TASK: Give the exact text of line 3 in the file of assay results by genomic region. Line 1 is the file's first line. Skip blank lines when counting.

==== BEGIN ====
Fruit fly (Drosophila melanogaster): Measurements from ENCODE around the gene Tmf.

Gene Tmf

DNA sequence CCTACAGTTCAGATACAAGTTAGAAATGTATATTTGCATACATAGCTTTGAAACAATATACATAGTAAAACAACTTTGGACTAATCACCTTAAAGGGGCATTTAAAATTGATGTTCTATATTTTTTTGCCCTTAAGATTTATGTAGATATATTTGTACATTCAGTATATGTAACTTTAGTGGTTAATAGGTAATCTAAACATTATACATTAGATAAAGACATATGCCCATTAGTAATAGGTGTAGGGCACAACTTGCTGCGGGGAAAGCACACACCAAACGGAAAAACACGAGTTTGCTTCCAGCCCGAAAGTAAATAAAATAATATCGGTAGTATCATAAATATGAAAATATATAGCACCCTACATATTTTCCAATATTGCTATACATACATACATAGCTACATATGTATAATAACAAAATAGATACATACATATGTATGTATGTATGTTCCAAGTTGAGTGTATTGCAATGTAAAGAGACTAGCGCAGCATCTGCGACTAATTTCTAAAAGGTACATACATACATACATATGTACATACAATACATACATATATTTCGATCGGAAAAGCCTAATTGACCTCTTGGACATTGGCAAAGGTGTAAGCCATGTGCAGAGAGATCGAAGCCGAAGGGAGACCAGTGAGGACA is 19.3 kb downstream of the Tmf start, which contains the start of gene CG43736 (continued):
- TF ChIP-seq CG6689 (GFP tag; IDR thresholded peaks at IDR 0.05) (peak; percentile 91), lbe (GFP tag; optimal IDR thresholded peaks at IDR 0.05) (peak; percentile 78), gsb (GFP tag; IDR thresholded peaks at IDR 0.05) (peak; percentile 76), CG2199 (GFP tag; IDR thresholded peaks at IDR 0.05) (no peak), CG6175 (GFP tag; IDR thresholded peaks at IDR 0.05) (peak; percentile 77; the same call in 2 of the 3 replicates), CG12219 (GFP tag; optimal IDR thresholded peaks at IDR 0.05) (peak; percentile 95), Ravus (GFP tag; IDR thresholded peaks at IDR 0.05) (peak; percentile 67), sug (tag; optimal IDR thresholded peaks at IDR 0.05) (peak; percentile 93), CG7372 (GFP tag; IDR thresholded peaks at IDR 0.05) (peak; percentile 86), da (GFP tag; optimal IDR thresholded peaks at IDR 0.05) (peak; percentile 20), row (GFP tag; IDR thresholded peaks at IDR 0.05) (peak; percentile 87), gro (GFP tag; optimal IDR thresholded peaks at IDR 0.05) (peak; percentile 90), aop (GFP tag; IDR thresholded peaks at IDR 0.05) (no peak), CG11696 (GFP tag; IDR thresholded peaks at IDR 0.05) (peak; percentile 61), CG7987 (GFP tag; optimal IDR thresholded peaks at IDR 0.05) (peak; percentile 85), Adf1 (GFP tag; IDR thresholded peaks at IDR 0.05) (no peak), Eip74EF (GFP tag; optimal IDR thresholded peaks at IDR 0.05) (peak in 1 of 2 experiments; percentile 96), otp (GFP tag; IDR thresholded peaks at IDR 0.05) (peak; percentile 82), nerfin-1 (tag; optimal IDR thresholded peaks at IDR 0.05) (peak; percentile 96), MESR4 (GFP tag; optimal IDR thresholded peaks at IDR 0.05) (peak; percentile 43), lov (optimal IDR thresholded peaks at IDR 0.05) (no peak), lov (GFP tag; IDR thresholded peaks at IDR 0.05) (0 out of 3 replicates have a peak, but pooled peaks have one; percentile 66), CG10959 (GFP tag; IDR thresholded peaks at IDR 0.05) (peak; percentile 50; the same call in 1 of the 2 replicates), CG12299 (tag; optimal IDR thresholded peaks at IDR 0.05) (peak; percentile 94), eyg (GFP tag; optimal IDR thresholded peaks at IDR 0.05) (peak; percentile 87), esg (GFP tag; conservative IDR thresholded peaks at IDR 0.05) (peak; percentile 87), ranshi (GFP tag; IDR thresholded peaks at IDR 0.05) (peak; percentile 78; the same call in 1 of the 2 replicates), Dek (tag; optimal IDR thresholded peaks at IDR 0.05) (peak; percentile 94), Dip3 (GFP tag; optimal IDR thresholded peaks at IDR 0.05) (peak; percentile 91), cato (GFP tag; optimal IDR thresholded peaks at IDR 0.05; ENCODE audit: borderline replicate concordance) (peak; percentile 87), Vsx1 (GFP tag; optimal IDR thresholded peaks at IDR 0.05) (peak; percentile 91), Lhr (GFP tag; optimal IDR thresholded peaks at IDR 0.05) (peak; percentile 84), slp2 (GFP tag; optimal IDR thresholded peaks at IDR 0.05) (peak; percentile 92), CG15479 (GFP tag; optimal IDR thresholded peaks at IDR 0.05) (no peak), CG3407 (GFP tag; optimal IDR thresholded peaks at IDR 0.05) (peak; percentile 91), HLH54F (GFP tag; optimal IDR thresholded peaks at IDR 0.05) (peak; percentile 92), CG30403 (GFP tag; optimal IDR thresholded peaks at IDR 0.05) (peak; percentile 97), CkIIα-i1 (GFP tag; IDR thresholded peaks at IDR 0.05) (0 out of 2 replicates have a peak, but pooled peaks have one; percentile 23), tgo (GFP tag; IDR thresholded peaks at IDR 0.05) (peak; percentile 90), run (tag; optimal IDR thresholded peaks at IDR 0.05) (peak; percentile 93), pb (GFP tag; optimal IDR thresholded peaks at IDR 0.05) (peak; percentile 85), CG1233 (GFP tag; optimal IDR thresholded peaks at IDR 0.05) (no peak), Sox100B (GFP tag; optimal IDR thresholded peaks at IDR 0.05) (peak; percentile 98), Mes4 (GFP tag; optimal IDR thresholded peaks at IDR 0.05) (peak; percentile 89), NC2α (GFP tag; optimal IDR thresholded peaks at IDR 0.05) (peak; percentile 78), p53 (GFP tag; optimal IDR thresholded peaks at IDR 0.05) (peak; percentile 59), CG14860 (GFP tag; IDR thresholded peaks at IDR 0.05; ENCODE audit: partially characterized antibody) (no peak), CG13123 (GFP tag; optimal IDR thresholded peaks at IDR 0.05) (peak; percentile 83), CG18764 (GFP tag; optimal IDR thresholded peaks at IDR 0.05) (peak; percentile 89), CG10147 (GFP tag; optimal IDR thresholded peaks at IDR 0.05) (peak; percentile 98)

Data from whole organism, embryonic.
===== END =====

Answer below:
DNA sequence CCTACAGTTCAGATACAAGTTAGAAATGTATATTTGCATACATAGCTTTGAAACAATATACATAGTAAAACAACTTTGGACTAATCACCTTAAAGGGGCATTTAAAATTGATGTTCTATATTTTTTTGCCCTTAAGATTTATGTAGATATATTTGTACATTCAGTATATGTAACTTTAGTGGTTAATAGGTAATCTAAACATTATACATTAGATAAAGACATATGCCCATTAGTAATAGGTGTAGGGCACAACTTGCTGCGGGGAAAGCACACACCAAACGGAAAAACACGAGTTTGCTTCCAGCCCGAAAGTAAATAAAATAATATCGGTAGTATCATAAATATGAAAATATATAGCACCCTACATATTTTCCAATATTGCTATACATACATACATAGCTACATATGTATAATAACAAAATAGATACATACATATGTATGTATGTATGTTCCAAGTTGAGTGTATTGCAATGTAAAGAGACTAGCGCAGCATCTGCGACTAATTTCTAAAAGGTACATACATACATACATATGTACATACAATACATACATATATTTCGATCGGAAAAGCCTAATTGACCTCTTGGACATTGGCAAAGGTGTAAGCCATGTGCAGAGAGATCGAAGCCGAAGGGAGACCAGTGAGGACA is 19.3 kb downstream of the Tmf start, which contains the start of gene CG43736 (continued):